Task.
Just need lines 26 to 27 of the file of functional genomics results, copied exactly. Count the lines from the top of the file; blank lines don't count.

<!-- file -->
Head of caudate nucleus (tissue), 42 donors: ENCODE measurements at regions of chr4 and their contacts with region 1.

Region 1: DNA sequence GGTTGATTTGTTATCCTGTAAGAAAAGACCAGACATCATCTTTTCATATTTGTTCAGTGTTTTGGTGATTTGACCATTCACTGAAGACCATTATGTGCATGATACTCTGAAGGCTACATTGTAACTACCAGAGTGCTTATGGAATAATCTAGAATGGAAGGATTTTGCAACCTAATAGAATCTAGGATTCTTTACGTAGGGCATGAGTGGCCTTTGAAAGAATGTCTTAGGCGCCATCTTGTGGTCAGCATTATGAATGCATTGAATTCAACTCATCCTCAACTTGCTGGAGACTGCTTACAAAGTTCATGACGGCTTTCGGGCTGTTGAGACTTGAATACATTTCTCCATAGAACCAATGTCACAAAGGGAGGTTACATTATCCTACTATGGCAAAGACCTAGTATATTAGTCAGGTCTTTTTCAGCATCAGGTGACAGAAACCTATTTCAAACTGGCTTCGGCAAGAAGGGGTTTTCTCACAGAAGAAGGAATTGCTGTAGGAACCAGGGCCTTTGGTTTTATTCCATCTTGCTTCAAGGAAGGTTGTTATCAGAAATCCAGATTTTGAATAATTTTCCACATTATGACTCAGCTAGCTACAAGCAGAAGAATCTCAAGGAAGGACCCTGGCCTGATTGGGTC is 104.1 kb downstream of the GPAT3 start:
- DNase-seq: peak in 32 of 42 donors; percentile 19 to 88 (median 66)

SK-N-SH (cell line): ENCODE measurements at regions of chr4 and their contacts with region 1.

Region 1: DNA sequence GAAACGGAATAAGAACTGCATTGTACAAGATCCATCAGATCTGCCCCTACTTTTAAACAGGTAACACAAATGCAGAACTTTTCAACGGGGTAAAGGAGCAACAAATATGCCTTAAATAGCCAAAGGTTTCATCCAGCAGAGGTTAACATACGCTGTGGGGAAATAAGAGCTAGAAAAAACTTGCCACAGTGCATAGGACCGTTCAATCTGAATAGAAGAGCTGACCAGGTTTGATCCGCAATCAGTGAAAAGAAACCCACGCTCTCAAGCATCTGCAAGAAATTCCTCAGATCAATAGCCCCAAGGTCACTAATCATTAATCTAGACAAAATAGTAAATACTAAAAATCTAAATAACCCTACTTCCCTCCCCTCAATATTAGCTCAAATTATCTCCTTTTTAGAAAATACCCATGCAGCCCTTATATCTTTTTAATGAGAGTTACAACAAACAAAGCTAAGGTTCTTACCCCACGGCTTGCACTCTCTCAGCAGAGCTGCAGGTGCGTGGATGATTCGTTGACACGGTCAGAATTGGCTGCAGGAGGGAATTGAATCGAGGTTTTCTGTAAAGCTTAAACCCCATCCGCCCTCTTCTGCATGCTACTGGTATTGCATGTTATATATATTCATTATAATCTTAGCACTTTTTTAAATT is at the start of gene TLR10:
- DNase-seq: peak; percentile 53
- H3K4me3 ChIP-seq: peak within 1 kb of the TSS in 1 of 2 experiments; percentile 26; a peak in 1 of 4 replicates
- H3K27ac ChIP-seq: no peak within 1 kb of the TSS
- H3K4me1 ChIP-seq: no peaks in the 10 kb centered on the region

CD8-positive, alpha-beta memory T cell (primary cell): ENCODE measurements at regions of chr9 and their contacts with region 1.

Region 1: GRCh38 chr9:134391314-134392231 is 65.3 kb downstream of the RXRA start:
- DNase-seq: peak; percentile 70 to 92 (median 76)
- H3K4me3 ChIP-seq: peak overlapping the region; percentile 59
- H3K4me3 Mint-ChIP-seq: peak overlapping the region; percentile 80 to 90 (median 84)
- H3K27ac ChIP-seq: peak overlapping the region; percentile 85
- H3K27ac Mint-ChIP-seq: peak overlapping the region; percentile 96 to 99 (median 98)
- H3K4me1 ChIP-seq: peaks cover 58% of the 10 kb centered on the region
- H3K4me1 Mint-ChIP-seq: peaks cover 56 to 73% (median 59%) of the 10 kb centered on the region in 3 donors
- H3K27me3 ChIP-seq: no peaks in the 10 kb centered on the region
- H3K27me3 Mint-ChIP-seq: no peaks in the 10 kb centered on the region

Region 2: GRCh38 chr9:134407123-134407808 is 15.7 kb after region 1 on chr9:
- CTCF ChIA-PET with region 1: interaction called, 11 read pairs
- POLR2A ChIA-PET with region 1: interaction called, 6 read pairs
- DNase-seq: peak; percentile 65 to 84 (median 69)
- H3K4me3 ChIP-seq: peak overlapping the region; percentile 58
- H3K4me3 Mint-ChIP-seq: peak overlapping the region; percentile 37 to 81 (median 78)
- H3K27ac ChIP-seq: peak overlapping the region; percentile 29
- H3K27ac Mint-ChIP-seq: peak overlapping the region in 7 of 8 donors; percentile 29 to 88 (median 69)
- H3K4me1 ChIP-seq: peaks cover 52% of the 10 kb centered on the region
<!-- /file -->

- H3K4me3 Mint-ChIP-seq: peak overlapping the region; percentile 37 to 81 (median 78)
- H3K27ac ChIP-seq: peak overlapping the region; percentile 29